Doctor, my pet is thirsty all the time and now he’s been having accidents in the house! “He’s been eating okay, but he seems thinner and acts a little tired.” These are common observations made by the owners of diabetic pet.
Diabetes Mellitus is a common disease of both dogs and cats due to a deficiency of insulin, a hormone produced by the pancreas. Insulin is necessary to transport glucose (sugar) from the bloodstream to the cells of the body. Without insulin, the body thinks it is starving, and starts to break down muscle and fat for energy needs. While the rest of the body can use other sources of energy, the brain can only use glucose to function, so adequate insulin is essential.
Often pet owners don’t realize changes in their pet’s habits until the disease has progressed. Changes are usually subtle at first. Common clinical signs include: weight loss, excessive drinking, and urination, muscle weakness, cataracts, lethargy, recurrent urinary tract infections, and even pets licking up their “sweet” urine. As metabolic imbalances become more severe, stupor, coma, seizures and even death are possible. Diabetes can affect any pet but is seen most commonly in older, overweight female dogs and male cats. Diagnosis can be made by a simple blood test revealing high blood sugar levels. Effective treatment proto-cols are available but require consistent dedicated effort on the part of the owner and veterinarian. Treatments range from special diets, natural supplements, exercise and most commonly use of insulin by daily injections. The initial control of diabetes can be challenging. The selection of insulin type, dosage, frequency of administration, dietary changes are all determined by the veterinarian during the first week of treatment and require periodic monitoring.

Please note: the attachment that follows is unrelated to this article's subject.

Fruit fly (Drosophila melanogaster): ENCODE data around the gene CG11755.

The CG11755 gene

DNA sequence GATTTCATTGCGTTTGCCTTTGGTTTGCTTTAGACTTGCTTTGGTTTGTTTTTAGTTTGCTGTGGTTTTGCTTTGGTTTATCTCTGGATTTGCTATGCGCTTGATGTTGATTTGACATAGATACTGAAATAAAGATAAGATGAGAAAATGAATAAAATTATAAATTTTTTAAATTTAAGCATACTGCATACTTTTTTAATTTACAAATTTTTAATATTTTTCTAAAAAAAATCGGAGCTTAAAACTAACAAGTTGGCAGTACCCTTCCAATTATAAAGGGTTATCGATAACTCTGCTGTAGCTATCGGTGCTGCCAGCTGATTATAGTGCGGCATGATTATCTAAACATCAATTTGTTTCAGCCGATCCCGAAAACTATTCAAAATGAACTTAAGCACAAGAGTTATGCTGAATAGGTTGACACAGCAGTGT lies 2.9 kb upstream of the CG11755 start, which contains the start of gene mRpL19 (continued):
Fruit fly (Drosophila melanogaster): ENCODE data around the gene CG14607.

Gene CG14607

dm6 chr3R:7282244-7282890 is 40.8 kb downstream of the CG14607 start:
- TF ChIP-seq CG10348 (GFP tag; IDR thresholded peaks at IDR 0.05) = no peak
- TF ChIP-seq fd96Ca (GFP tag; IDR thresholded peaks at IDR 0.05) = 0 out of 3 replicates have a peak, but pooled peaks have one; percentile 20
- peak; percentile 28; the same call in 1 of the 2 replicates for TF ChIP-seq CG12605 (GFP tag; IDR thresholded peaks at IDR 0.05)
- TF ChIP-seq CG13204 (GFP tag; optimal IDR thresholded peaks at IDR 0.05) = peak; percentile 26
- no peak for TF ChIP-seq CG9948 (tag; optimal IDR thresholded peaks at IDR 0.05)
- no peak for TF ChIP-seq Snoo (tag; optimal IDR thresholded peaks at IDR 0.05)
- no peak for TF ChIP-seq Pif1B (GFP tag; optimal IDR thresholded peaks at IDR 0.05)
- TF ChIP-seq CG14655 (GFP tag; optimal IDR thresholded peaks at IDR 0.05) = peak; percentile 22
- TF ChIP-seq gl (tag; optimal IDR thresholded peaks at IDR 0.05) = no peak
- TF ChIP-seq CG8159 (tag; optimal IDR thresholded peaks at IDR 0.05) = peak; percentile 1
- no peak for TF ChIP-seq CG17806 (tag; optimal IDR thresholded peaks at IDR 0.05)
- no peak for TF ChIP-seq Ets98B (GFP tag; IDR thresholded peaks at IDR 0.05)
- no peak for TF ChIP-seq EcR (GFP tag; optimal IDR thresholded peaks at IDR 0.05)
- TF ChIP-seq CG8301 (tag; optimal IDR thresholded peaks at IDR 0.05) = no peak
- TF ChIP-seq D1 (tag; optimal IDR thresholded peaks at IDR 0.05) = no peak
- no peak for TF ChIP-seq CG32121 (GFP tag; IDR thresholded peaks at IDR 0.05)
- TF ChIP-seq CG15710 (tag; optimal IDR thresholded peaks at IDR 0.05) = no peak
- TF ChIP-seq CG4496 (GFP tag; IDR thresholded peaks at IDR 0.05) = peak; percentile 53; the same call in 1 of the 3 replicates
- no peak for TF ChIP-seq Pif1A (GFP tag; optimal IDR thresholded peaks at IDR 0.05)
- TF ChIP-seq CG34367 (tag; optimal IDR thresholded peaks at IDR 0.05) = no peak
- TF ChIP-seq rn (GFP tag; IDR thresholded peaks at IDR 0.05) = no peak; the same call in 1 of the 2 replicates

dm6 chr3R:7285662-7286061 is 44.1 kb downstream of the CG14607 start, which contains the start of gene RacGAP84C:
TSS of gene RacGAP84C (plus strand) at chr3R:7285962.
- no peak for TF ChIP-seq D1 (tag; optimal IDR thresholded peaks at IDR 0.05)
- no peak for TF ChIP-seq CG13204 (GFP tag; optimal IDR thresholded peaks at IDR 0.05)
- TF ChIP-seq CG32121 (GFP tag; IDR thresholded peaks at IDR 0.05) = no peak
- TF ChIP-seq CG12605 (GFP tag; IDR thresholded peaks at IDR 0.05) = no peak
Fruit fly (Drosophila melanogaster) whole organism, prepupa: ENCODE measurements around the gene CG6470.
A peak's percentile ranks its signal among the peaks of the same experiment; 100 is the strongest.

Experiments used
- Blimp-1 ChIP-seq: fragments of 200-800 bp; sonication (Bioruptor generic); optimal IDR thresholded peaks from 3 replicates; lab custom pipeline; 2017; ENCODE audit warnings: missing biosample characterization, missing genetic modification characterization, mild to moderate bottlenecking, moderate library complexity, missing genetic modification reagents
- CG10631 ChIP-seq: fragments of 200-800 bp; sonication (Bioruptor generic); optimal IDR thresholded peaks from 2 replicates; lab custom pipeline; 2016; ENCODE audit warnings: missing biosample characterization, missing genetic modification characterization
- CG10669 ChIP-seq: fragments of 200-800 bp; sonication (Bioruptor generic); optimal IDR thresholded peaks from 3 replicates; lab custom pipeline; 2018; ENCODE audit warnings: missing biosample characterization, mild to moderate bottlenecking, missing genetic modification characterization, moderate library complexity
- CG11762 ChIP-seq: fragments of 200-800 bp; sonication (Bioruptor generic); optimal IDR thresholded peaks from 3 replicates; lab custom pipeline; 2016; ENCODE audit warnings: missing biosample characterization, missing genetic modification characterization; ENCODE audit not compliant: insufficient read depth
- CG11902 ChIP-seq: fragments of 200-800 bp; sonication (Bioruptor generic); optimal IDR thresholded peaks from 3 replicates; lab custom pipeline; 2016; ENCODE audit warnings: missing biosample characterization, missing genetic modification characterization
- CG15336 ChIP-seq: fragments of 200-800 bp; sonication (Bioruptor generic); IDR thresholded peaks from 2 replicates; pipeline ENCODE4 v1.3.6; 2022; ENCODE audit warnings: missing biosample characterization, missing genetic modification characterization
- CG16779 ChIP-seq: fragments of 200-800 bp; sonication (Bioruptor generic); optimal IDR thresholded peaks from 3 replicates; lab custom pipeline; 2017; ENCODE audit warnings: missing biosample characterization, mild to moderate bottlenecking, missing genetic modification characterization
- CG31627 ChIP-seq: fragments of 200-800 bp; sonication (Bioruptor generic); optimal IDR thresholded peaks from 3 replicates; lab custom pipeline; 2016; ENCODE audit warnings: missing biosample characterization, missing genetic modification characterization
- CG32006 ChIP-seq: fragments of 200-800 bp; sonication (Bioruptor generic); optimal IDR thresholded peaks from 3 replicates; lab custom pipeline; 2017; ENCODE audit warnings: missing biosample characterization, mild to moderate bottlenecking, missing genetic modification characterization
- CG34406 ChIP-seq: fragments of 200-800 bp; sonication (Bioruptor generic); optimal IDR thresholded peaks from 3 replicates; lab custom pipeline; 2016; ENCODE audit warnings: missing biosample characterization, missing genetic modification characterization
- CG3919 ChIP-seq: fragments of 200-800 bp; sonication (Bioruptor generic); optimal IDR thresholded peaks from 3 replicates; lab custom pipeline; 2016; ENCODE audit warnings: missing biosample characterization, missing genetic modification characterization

Fortunately, most pets respond well to treatment and live normal, happy lives. The key to success is early diagnosis and consistent effort by loving pet owners.
Compliments of Dr. Whall Fairland Animal Hospital 301-622-2115